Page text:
He described the optic nerves as not being hollow, and the cavity of the human uterus as not being divided. He demonstrated the structure of the mammary gland and showed that this explained why it is frequently necessary in suppuration of this organ to make multiple incisions7. One of his most important contributions was in the treatment of emphysema. It was the custom to make the incision for draining high up in the chest. On the basis of the anatomical studies he urged that the opening should be made in the lower intercostals spaces, so as to secure best drainage and yet do no harm to the diaphragm. [2]

Yet, in the matter of blood circulation, Amatus did not feel safe in discussing it, so he only demonstrated his findings.  

3.  The following point is a little bit misty. Many researchers, who are anxious to bring their theories before the public do so only late in life. For example, Nicolaus Copernicus (14973-1543) published his heliocentric theory in his book: De Revolutionibus Orbium Coelestium, in Nuremberg 1543, although it was completed before 1533. Charles Darwin (1809-1882) postponed publishing of his book On the Origin of Species by Means of Natural Selection until 1859. Even William Harvey postponed publishing his blood circulation theory many years after he had spoken about it in his lectures. Although he was a high ranking personal physician to the king, he was very apprehensive as he himself testified:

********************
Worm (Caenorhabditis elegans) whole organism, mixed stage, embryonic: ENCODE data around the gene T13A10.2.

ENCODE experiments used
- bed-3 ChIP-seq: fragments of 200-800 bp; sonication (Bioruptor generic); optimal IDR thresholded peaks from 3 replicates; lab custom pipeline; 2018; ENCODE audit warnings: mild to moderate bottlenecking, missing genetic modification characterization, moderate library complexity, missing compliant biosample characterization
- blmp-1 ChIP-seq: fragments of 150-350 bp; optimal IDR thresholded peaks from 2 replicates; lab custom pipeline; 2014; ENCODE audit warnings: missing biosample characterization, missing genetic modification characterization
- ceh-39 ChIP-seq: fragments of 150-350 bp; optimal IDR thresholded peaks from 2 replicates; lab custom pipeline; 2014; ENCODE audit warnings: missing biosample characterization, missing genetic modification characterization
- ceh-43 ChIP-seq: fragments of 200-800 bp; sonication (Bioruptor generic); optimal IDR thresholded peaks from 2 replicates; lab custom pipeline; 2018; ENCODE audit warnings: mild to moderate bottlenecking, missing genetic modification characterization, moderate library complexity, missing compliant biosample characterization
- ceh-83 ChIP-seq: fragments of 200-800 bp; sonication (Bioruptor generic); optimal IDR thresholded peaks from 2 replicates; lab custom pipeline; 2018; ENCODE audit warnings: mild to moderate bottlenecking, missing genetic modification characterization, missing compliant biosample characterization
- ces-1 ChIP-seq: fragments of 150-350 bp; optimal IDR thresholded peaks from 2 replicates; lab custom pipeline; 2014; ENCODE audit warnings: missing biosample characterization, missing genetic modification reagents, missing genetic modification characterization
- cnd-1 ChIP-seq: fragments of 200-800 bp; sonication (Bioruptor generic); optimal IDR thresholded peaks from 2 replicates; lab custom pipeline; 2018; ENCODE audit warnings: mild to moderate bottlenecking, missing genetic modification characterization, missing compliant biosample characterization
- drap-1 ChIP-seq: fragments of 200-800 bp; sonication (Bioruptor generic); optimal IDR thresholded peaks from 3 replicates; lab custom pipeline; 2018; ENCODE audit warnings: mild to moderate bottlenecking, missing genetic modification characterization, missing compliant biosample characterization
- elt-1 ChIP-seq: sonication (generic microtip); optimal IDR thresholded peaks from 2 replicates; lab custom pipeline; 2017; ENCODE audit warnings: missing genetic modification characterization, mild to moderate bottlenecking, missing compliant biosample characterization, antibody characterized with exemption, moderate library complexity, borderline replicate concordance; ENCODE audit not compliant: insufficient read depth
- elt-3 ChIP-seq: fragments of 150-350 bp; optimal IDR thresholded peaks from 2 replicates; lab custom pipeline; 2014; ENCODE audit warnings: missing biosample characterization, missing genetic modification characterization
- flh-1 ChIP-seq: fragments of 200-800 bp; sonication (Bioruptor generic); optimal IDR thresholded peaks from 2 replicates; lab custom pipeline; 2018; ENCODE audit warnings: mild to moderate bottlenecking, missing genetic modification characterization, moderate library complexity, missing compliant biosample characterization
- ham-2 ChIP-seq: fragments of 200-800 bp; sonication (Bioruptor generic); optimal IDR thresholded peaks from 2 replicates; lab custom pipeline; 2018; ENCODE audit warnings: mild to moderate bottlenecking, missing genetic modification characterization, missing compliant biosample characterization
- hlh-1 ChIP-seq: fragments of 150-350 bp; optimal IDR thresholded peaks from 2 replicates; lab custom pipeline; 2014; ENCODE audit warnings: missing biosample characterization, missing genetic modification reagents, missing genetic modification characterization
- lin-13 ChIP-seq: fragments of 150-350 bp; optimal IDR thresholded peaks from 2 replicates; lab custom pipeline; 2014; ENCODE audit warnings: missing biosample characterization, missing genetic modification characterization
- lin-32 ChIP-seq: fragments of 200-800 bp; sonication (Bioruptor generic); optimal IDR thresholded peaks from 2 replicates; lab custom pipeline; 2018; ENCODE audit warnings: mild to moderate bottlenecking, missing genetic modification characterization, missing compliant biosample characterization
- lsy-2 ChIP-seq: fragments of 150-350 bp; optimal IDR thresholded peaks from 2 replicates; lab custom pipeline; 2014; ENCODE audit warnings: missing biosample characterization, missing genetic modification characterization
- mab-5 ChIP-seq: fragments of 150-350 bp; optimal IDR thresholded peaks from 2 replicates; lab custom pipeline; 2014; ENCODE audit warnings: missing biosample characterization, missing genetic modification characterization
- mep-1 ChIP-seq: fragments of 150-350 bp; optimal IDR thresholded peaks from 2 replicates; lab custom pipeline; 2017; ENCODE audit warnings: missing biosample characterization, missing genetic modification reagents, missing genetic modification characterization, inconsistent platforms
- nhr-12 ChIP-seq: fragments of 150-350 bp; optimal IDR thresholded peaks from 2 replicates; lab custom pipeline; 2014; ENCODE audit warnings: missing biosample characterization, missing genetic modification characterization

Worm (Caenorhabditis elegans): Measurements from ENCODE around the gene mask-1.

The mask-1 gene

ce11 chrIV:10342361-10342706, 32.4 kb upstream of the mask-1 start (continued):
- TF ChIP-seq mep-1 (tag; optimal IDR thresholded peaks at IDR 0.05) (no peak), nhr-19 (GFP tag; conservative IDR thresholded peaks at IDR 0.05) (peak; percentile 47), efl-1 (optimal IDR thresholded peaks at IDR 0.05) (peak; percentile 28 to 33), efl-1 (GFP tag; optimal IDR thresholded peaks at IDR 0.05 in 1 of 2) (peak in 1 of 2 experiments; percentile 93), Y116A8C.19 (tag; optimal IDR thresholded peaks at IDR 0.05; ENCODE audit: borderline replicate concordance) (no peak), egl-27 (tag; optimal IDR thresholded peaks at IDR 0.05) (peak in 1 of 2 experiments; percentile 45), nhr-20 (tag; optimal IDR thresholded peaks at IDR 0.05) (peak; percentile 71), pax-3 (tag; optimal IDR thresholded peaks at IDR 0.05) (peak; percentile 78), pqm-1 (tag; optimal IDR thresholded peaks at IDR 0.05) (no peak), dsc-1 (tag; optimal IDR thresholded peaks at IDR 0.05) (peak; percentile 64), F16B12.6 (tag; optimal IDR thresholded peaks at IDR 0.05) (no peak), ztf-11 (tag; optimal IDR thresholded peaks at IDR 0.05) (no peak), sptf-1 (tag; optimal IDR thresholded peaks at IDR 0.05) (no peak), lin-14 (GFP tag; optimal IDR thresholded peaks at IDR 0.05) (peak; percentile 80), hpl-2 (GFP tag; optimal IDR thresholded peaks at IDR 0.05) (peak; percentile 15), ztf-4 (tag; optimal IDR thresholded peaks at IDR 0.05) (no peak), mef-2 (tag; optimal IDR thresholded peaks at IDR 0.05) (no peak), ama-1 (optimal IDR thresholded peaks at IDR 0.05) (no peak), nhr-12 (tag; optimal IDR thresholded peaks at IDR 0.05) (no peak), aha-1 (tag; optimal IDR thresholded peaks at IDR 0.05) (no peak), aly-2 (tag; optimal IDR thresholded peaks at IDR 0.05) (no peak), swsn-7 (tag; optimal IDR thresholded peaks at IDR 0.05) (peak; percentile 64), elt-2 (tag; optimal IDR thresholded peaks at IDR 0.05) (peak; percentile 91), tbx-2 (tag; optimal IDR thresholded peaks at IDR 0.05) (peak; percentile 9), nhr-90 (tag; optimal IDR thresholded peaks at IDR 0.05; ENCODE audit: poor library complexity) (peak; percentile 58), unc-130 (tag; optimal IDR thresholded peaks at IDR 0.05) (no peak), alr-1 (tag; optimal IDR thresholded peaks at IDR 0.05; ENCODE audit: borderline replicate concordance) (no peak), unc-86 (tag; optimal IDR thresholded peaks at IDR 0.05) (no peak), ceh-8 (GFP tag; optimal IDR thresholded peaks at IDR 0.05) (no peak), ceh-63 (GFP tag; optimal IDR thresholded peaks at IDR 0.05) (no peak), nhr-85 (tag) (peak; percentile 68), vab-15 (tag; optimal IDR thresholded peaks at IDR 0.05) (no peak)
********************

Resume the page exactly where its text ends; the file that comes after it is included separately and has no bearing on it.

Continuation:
"[It] is of so novel and unheard-of character, that I not only fear injury to myself from the envy of a few, but I tremble lest I have mankind at large for my enemies, so much does wont and custom, that has become as another nature, and doctrine once sown and that has struck deep root and rested from antiquity, influence all men."

Is it possible that Amatus Lusitanus postponed the publication of his theory, and his sudden death  in Salonika in 1568 prevented it? It is known that in 1555 his house in Ancona, was robbed and burnt, [5] so no evidence about his knowledge of blood circulationb remains.

 4. Amatus' Judaism: Although Amatus was a Christian, it was known that he was a New Christian, so his colleagues suspected that he was a hidden Jew and they did not trust him. The brutal behavior of Matthioli8 shows this point. Such behavior would not be forgiven if it was directed towards an Old Christian9. Amatus was very careful and would not dare to challenge the Inquisition, so it is doubtful that Amatus would publicly sepouse a suspicious theory that was contrary to the opinions of the ancients and the government. Amatus' Judaism caused his colleagues to suppress his contribution to research on blood circulation. We already mentioned that the discovery of the valves had been attributed to Canano and even Harvey attributed it to Fabricius.  

Conclusion:

Although Amatus discovered the existence of valves in the veins, neither he, nor any other scholar dared to explain the real task of the valves, for it contradicted Galen's theory. Even Fabricius, Harvey's teacher, would claim that the blood flows in the direction counter to that which the valves prevent. Osler comments in wonder, four hundreds years later: